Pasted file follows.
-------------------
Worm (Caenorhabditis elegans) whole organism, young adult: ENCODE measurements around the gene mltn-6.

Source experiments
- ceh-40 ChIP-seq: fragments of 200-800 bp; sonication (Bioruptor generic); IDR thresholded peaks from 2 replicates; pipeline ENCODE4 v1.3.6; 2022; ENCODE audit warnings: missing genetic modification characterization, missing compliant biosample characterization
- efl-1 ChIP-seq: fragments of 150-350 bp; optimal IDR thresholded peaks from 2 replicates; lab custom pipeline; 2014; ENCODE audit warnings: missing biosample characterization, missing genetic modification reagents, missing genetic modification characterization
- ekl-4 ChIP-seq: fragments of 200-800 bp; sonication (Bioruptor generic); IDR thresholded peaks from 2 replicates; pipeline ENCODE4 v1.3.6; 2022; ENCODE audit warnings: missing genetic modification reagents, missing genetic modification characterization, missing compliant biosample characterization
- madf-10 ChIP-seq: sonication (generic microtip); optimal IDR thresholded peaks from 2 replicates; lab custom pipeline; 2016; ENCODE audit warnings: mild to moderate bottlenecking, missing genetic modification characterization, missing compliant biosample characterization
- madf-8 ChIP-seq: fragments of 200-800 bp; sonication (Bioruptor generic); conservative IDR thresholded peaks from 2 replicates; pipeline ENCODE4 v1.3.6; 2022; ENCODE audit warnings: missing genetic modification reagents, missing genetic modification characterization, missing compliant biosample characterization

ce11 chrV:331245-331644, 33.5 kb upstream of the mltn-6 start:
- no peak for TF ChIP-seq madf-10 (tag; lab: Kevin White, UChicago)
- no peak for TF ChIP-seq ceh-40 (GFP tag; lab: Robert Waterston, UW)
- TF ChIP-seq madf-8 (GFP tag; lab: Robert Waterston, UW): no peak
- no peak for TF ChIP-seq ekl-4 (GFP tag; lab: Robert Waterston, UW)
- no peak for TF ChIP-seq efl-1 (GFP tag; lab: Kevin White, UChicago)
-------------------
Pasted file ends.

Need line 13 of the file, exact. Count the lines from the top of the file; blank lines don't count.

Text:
- no peak for TF ChIP-seq efl-1 (GFP tag; lab: Kevin White, UChicago)